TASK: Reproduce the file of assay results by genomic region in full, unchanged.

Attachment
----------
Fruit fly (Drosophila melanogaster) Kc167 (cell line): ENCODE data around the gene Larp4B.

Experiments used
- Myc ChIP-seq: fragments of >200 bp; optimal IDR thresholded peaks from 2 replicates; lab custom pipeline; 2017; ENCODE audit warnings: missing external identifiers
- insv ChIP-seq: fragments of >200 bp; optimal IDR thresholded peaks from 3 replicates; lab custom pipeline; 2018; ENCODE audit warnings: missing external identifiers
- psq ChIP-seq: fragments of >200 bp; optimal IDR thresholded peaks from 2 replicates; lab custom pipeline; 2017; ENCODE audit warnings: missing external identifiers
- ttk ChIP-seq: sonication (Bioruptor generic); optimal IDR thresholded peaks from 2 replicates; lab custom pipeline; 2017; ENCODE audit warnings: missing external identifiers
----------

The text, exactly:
Fruit fly (Drosophila melanogaster) Kc167 (cell line): ENCODE data around the gene Larp4B.

Experiments used
- Myc ChIP-seq: fragments of >200 bp; optimal IDR thresholded peaks from 2 replicates; lab custom pipeline; 2017; ENCODE audit warnings: missing external identifiers
- insv ChIP-seq: fragments of >200 bp; optimal IDR thresholded peaks from 3 replicates; lab custom pipeline; 2018; ENCODE audit warnings: missing external identifiers
- psq ChIP-seq: fragments of >200 bp; optimal IDR thresholded peaks from 2 replicates; lab custom pipeline; 2017; ENCODE audit warnings: missing external identifiers
- ttk ChIP-seq: sonication (Bioruptor generic); optimal IDR thresholded peaks from 2 replicates; lab custom pipeline; 2017; ENCODE audit warnings: missing external identifiers